Professional sports franchises typically run roughshod over municipalities and states offering gobs of public money, but Santa Clara’s mayor is trying to hold the 49ers accountable over re-done sod.
Mayor Lisa Gillmor ordered an audit this summer to ensure that there was no violation of Measure J’s stipulation prohibiting the use of city workers (based by tax money) to assist with stadium operations. Recent updates on the ongoing audit, which is set to be completed by December, have indicated two possible violations: city employees are working hours not billed either to the 49ers (NFL games) or Stadium Authority (all other events) and the 49ers have not submitted all of the requested budgeting documents.
Gillmor told NBC Bay Area, “If they don’t cure the breach, we are going to take steps to take back management of the stadium,” she said, adding: “We have to stop the bleeding of the General Fund money into the stadium.
“It’s against the law.”
The independent auditor, Fred Brousseau of Harvey M. Rose Associates, told the TV station that some city funds may have been used to re-seed the field. A Mercury News report included a quote from a recently retired police officer who acknowledged that patrol sergeants were working traffic shifts without billing their time to the stadium. The 49ers deny wrongdoing in a statement:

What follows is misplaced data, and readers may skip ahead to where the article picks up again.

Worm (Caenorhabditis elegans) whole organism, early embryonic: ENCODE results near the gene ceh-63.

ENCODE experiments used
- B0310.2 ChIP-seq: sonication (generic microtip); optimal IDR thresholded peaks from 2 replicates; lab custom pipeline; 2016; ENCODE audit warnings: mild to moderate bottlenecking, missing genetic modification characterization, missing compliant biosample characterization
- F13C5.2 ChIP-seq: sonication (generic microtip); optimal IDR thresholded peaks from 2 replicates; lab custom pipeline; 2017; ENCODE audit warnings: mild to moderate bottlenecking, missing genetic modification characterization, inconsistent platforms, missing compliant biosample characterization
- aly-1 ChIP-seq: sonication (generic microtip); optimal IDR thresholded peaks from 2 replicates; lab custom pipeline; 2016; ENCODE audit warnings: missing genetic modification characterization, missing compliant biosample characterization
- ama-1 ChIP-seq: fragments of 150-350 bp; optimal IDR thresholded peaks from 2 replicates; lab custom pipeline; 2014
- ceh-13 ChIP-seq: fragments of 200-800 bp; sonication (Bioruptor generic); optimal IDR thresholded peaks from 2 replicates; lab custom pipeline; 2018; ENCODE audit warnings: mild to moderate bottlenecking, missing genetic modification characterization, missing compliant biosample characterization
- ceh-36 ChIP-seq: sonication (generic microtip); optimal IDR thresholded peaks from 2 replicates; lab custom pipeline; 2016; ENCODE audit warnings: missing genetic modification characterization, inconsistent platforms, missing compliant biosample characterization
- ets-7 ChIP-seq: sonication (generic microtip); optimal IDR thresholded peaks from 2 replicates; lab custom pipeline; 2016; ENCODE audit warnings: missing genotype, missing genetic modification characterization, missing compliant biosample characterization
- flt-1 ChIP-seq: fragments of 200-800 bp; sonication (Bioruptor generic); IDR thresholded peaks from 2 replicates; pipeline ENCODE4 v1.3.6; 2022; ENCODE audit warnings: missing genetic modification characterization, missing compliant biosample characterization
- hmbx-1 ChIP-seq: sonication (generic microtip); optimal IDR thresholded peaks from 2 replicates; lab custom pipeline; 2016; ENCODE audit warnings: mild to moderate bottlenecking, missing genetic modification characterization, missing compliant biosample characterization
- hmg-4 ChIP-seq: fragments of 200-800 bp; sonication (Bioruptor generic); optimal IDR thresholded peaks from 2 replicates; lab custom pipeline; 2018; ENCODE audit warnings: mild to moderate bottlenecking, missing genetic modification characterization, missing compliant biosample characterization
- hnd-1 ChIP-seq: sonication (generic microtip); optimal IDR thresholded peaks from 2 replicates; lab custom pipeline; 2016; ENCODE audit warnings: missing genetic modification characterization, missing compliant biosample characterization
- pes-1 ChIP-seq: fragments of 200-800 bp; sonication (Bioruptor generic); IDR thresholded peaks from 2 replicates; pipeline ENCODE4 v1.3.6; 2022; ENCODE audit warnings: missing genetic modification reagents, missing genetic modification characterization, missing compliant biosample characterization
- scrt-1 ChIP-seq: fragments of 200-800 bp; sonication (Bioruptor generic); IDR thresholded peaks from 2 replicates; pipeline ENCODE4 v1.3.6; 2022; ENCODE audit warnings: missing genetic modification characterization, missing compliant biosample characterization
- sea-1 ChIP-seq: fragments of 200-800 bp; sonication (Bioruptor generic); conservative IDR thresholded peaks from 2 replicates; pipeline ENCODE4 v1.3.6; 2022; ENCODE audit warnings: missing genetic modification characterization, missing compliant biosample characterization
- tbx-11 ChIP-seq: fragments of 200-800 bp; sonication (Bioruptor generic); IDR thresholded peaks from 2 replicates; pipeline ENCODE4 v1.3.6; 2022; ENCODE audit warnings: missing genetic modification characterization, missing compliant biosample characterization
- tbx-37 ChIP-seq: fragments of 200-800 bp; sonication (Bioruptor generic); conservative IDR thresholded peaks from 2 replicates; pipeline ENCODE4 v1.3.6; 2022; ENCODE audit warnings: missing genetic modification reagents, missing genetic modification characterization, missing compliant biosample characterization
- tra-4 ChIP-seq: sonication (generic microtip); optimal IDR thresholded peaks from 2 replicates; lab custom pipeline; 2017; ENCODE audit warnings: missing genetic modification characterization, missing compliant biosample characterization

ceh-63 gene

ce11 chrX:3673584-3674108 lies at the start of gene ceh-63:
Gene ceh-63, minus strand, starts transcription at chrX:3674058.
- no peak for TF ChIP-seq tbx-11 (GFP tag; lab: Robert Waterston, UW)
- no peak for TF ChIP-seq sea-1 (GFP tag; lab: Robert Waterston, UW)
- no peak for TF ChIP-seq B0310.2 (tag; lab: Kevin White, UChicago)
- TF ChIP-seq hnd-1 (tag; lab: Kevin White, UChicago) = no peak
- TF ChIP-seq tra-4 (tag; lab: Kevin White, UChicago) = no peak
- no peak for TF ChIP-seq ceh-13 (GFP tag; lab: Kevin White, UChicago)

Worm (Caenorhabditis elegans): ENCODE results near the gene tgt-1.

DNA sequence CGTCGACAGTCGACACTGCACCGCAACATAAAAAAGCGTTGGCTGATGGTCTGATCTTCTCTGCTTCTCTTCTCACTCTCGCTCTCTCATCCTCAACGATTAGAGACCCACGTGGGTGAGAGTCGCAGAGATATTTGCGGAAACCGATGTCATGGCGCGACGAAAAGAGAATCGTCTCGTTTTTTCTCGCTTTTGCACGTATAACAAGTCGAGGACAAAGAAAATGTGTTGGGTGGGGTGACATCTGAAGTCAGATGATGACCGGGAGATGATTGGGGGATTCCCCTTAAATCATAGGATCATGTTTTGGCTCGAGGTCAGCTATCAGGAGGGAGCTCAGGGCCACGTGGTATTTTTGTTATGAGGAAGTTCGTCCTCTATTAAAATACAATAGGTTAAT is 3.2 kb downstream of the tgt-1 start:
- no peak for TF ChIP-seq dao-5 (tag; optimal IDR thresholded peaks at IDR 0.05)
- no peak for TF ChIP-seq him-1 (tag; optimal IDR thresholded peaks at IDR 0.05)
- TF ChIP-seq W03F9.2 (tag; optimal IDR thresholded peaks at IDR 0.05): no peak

“The Mayor’s accusations that money is going from the City’s General Fund into the stadium are false and irresponsible. As the Mayor surely knows, since she voted for the agreements, the stadium does not use general fund money. In fact, funds are flowing into the General Fund from the stadium. The 49ers Stadium Management Company has generated over $5.5 million for the City’s General Fund over the last two years, plus an additional $2 million in fees to the City. On top of that, another $2 million has also gone to the Discretionary Fund.
“The successful management of Levi’s Stadium by the 49ers Stadium Management Company has allowed the Santa Clara Stadium Authority to reduce its outstanding debt by over $200 million since opening, and fund over $16 million in cash reserves. Those figures do not even include the significant increase in sales and hotel tax revenues generated by the stadium, hotels and other local businesses that will contribute to the Santa Clara General Fund on an annual basis as a direct result of the ongoing operation of Levi’s Stadium.”
While it may be true that the Niners are indeed complying with the law, the history of the NFL and its teams with taxpayer money demands skepticism, so it’s good to see a city stand up to a team and demand a thorough accounting.